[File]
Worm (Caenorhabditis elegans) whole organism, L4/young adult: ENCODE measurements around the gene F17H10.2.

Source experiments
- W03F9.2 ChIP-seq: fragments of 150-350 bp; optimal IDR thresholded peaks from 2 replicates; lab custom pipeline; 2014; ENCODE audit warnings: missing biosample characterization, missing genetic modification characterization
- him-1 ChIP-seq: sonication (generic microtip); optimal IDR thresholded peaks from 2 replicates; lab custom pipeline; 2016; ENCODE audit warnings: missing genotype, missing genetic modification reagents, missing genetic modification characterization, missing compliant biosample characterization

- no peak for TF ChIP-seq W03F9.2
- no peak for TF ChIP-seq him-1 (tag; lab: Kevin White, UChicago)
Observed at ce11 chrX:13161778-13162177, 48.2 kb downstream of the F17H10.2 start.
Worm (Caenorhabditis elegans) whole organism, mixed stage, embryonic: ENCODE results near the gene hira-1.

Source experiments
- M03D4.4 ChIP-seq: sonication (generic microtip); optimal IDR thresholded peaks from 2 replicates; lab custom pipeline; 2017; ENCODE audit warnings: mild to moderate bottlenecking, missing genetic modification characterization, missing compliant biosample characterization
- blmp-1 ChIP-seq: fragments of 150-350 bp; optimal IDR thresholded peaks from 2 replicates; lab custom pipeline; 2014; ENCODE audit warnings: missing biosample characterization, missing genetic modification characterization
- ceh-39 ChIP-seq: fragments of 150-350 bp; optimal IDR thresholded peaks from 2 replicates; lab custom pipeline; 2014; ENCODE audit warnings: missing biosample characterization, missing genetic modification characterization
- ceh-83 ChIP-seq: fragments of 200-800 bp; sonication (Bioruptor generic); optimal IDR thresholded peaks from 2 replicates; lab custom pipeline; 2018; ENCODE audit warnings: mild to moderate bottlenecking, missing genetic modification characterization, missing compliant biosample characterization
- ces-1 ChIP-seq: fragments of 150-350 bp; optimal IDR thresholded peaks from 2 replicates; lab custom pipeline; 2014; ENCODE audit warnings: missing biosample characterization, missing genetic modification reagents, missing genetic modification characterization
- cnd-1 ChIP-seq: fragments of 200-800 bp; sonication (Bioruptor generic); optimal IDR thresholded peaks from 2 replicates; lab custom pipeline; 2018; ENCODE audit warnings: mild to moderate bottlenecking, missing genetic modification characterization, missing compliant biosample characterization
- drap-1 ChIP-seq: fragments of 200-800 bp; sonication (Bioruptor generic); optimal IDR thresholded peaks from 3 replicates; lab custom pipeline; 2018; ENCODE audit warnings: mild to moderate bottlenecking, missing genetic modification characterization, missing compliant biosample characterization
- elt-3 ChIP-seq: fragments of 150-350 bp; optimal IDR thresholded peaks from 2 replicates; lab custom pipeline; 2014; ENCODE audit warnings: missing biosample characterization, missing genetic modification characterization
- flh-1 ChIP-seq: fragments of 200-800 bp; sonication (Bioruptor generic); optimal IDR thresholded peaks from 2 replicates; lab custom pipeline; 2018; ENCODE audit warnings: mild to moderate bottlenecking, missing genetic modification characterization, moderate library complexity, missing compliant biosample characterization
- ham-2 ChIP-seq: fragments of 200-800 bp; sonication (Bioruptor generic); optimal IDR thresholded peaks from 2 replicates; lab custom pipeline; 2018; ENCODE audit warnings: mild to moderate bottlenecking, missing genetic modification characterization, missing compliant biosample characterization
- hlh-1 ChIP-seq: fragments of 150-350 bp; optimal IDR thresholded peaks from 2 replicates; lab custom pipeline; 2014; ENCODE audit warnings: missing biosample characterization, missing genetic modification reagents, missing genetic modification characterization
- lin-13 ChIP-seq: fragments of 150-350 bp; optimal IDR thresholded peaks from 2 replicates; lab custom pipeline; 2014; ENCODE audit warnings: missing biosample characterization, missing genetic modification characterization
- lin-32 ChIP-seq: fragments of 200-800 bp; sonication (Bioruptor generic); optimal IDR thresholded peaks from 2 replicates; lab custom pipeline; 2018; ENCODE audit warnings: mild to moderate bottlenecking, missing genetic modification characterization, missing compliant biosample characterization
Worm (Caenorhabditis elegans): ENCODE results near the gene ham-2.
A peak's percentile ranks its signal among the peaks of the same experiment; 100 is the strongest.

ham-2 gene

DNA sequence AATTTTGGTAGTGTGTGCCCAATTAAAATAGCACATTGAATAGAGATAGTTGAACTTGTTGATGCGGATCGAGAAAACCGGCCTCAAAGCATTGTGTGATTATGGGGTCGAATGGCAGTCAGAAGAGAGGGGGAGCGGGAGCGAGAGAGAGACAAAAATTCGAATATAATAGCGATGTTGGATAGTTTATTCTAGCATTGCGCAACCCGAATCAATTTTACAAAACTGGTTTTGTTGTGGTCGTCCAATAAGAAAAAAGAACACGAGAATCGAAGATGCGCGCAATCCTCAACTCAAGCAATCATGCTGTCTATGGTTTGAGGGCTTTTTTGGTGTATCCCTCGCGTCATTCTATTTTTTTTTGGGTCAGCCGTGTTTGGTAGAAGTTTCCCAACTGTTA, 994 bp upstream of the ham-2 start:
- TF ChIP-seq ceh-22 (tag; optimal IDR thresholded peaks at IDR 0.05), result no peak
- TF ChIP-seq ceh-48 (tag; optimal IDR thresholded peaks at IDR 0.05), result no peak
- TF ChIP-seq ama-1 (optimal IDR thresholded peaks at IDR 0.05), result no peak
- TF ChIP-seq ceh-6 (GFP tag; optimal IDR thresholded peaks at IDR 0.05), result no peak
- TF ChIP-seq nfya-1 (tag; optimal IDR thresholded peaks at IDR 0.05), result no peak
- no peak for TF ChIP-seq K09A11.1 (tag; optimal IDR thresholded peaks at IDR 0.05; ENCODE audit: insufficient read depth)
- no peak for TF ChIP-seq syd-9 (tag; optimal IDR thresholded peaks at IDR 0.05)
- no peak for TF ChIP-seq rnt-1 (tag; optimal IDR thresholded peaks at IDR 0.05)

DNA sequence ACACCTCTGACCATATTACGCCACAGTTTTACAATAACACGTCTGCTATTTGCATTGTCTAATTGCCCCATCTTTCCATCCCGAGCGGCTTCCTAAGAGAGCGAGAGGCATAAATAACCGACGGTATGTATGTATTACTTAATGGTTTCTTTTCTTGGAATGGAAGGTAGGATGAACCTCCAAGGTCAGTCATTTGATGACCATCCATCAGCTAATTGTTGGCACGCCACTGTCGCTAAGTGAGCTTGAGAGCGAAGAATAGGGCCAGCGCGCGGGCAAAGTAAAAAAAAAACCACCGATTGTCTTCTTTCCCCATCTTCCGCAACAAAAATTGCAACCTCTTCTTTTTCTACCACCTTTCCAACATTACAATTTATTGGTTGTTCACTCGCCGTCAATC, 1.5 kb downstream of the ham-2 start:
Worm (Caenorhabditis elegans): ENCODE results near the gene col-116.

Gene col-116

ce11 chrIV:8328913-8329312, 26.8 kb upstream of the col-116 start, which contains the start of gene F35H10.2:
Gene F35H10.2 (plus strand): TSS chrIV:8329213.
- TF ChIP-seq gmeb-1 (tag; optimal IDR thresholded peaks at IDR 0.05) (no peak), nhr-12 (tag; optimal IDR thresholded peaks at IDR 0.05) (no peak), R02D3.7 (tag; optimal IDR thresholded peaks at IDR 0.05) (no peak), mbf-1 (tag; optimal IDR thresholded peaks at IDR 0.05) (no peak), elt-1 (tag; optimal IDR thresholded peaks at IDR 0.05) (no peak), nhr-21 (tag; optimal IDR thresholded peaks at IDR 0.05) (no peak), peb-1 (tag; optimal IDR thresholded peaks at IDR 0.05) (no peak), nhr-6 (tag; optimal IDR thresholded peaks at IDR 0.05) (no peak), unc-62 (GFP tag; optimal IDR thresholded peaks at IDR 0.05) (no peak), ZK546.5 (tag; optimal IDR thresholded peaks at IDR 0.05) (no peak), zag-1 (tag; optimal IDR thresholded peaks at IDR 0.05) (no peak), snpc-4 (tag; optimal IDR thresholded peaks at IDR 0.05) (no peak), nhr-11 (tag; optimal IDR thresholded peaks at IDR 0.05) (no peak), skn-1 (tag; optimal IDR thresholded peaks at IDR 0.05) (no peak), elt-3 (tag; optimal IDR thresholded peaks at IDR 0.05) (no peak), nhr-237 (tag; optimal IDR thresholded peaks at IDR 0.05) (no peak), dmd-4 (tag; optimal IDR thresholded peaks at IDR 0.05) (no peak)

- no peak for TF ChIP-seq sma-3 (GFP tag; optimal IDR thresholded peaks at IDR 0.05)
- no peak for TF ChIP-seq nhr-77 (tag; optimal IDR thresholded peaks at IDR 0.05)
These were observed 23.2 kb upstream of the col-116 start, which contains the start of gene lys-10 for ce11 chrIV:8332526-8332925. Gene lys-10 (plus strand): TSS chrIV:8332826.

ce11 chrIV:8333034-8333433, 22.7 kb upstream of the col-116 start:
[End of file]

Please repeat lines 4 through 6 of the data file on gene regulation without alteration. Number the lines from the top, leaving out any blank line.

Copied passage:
- him-1 ChIP-seq: sonication (generic microtip); optimal IDR thresholded peaks from 2 replicates; lab custom pipeline; 2016; ENCODE audit warnings: missing genotype, missing genetic modification reagents, missing genetic modification characterization, missing compliant biosample characterization

- no peak for TF ChIP-seq W03F9.2
- no peak for TF ChIP-seq him-1 (tag; lab: Kevin White, UChicago)